What’s the best mystery novel you have ever read?
The Name of the Rose by Umberto Eco. Hands down.
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In fact, now I kinda want to read it again, except my Kindle was stolen back in April. Guess I better get a nice, solid copy. This, by the way, is exactly the kind of book that should have a special edition: leatherbound, gilt edges, illuminated chapter headings…
Someone find me this book and send it to me.
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A Kiss Before Dying by Ira Levin. He pulls off a neat trick with the narration. Here’s Stephen King talking about it: “[the novel’s] real screeching bombshell is neatly tucked away about one hundred pages into the story. If you should happen upon this moment while thumbing randomly through the book, it means nothing to you. If you have read everything faithfully up to that point, it means … everything.” Levin is a good writer. He’s done credible work in SF (This Perfect Day) horror (Rosemary’s Baby) and mystery (Kiss Before Dying).
My life story…:)
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Sci-fi, and not strictly a mystery, but it kept me guessing and paid off nicely:
The Inverted World — Christopher Priest
Anything involving Encyclopedia Brown.
Being not so much a reader, I was going to say this or Nancy Drew, but another book came to mind – it featured the Brady Bunch and pirates and it was really scary, and I might have been 9 or 10 when I read it.
In all seriousness and currency, I would take the suggestions on this page, because I really think I would like a good mystery novel.
The Alienist by Caleb Carr. It brings psychology and forensics into late 1800′s New York. Bonus, Teddy Roosevelt is NY Police Cheif at the time and takes a nice big part in it.
I’m reading that right now! It’s really good.
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If you enjoy it, the follow up “The Angel of Darkness” was also very good.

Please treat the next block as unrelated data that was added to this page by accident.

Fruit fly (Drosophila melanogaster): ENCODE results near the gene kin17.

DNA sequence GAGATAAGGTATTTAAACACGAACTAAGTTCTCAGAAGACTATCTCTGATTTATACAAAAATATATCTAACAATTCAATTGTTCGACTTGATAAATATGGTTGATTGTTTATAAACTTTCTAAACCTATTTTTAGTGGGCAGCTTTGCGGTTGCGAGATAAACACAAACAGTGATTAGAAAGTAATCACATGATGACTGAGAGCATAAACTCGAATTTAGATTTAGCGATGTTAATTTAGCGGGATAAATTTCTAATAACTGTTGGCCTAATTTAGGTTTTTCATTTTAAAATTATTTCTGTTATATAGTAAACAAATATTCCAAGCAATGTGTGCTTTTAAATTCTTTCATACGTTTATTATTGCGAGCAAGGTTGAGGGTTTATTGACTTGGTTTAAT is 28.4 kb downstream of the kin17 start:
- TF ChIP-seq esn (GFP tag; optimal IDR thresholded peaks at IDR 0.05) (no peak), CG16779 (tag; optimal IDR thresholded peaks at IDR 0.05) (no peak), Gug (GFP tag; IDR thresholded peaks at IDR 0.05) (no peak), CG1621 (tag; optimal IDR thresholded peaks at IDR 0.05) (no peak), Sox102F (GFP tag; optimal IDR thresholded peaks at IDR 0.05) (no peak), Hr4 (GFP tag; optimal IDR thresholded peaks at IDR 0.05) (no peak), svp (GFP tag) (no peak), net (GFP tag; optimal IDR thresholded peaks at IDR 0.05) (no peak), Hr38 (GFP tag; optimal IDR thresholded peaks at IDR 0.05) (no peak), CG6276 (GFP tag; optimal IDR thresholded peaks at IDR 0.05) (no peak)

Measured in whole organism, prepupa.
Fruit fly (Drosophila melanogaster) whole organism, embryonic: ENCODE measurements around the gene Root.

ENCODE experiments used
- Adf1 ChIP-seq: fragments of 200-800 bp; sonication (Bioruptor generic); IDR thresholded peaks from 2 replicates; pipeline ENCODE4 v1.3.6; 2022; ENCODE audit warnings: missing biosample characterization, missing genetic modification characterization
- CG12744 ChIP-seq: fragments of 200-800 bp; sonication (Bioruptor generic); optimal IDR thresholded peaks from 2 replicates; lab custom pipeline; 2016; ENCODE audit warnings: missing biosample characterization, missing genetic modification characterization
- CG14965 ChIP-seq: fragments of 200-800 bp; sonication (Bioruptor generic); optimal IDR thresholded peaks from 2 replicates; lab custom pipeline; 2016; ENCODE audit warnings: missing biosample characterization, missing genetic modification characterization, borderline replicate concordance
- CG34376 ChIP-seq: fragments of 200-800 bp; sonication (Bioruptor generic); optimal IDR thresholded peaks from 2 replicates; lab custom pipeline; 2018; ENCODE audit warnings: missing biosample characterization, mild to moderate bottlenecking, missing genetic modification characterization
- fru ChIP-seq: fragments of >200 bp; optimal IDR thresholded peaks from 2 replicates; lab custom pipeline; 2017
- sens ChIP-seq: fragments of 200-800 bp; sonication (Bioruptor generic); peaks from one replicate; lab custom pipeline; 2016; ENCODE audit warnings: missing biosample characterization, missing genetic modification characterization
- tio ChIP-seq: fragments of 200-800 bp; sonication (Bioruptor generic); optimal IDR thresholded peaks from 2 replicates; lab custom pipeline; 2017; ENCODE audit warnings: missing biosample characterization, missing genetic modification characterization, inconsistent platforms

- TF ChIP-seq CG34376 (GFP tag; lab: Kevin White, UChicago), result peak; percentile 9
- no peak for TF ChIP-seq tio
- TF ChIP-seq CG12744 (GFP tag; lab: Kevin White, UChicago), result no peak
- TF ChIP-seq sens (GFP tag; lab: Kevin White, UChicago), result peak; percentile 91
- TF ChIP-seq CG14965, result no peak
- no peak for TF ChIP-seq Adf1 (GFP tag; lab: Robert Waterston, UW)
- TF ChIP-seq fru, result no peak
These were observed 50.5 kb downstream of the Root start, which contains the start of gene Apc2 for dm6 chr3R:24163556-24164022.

“I, Robot” was pretty kewl.
I’m still waiting for US Robotics to stop making 56k modems and switch to humanoid robots…
Shouldn’t that be “WE, Robotics”?
“The Doorbell Rang by Rex Stout. Actually, any Nero Wolfe mystery is pretty great.
The Lincoln and Child Agent Pendergast Series. There are 11 books with the 12th on the way
Josephine Tey’s “The Daughter of Time”. Trying to solve a 500 year old mystery from a hospital bed is a pretty clever plot device and Tey nails it. A close second is Christie’s “Murder of Roger Akroyd” simply for the amazing twist at the denouement. Christie lays it all out for you but I defy anyone who doesn’t know the trick beforehand to guess the guilty party.
I loved this book. It started me on an intensive search of the history of the time, and I became an ardent Yorkist. I also learned that the guy who wins the war gets to write the history. One of my concentrations while getting my degree in history was medieval England. All thanks to Josephine Tey. Her other books are excellent as well. I believe she only wrote 6 mysteries.
Yes, “Daughter of Time” gets my vote too. Loved Sherlock Holmes when I was about 12, and then graduated to Ellery Queen mysteries at about the same time. But then they had a book faire my first year of junior high, when I was the same age, and I somehow got the Josephine Tey book. A history lesson wrapped in a fascinating modern murder mystery cloak.
That started a half-century (and counting) of being a Ricardian. I’ve got a foot-width of notebooks and research for my own Richard III history some day.
Bottom line, I can’t think of any other mystery book that could have had such a far-reaching, long-lasting and transcending (into broad historical interest) effect on a kid.
Just riveting, that.
Not a bog mystery reader, but one series that has captured my attention is the SPQR series by John Maddox Roberts.
I read a lot a YA fiction as well and the Sally Lockhart novels by Phillip Pullman are very good. Start at the beginning with The Ruby in the Smoke and you’ll be hooked.
Thanks for the question, Chris, it’s the most useful!
AND the answer is The Purloined Letter, by Poe.
Raymond Chandler’s The Big Sleep or pretty much anything else by him.
“There was a desert wind blowing that night. It was one of those hot dry Santa Anas that come down through the mountain passes and curl your hair and make your nerves jump and your skin itch. On nights like that every booze party ends in a fight. Meek little wives feel the edge of the carving knife and study their husbands’ necks. Anything can happen. You can even get a full glass of beer at a cocktail lounge.”
? Raymond Chandler, Red Wind: A Collection of Short Stories
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